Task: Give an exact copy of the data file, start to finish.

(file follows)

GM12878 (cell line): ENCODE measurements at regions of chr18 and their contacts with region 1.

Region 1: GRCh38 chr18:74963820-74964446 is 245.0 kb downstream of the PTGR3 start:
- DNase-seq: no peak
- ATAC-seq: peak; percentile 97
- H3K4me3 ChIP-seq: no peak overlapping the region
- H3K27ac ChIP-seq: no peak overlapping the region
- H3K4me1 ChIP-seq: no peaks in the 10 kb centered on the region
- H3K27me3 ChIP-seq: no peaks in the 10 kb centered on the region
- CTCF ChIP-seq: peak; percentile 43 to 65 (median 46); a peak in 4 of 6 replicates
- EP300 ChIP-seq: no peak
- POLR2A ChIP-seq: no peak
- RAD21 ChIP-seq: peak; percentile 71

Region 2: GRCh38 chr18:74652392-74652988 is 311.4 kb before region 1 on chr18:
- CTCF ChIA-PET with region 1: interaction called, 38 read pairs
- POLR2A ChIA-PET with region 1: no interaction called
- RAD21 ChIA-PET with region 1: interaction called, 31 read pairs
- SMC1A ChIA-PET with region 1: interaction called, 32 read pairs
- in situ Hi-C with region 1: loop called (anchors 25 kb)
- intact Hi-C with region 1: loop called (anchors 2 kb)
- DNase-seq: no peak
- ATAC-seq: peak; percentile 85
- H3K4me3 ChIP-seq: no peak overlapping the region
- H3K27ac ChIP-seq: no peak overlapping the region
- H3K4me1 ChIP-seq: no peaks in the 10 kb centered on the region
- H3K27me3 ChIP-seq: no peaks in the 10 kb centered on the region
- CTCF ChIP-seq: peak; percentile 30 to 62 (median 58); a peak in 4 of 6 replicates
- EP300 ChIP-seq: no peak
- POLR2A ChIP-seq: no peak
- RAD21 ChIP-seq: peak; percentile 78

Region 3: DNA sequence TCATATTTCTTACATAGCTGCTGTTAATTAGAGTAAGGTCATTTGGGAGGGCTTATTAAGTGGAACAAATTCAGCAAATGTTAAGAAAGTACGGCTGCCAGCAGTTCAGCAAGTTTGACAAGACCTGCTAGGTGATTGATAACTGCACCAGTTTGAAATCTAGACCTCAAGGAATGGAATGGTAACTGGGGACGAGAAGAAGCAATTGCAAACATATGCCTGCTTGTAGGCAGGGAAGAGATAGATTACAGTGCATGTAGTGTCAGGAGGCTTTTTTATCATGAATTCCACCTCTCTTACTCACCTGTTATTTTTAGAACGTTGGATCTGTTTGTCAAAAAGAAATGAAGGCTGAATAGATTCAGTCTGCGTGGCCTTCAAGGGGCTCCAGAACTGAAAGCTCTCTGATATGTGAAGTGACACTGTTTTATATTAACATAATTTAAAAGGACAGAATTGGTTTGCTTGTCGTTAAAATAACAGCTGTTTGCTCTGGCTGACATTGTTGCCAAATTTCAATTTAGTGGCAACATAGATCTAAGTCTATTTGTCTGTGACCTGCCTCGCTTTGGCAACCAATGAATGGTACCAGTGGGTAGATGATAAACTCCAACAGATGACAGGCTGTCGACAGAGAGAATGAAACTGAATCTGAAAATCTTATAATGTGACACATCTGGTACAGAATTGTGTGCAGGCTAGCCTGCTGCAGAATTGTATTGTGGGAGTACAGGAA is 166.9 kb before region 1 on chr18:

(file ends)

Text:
GM12878 (cell line): ENCODE measurements at regions of chr18 and their contacts with region 1.

Region 1: GRCh38 chr18:74963820-74964446 is 245.0 kb downstream of the PTGR3 start:
- DNase-seq: no peak
- ATAC-seq: peak; percentile 97
- H3K4me3 ChIP-seq: no peak overlapping the region
- H3K27ac ChIP-seq: no peak overlapping the region
- H3K4me1 ChIP-seq: no peaks in the 10 kb centered on the region
- H3K27me3 ChIP-seq: no peaks in the 10 kb centered on the region
- CTCF ChIP-seq: peak; percentile 43 to 65 (median 46); a peak in 4 of 6 replicates
- EP300 ChIP-seq: no peak
- POLR2A ChIP-seq: no peak
- RAD21 ChIP-seq: peak; percentile 71

Region 2: GRCh38 chr18:74652392-74652988 is 311.4 kb before region 1 on chr18:
- CTCF ChIA-PET with region 1: interaction called, 38 read pairs
- POLR2A ChIA-PET with region 1: no interaction called
- RAD21 ChIA-PET with region 1: interaction called, 31 read pairs
- SMC1A ChIA-PET with region 1: interaction called, 32 read pairs
- in situ Hi-C with region 1: loop called (anchors 25 kb)
- intact Hi-C with region 1: loop called (anchors 2 kb)
- DNase-seq: no peak
- ATAC-seq: peak; percentile 85
- H3K4me3 ChIP-seq: no peak overlapping the region
- H3K27ac ChIP-seq: no peak overlapping the region
- H3K4me1 ChIP-seq: no peaks in the 10 kb centered on the region
- H3K27me3 ChIP-seq: no peaks in the 10 kb centered on the region
- CTCF ChIP-seq: peak; percentile 30 to 62 (median 58); a peak in 4 of 6 replicates
- EP300 ChIP-seq: no peak
- POLR2A ChIP-seq: no peak
- RAD21 ChIP-seq: peak; percentile 78

Region 3: DNA sequence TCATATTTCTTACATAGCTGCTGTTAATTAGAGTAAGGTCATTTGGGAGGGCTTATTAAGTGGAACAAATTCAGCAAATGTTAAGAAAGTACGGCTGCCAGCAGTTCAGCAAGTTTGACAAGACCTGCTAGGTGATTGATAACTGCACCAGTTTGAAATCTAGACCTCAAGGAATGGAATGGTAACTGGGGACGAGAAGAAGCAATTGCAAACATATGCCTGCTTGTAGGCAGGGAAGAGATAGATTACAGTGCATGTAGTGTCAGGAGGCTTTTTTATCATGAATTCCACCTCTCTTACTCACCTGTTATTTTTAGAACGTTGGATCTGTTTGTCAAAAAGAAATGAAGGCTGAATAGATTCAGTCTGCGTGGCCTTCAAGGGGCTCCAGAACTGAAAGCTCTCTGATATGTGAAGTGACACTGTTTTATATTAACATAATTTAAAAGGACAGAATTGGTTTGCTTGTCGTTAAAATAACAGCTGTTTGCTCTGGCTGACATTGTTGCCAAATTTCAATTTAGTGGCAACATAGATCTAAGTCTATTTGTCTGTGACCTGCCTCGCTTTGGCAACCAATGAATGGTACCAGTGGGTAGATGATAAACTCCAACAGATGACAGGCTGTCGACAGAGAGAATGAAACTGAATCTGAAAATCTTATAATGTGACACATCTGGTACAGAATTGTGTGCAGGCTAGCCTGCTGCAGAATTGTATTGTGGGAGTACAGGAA is 166.9 kb before region 1 on chr18: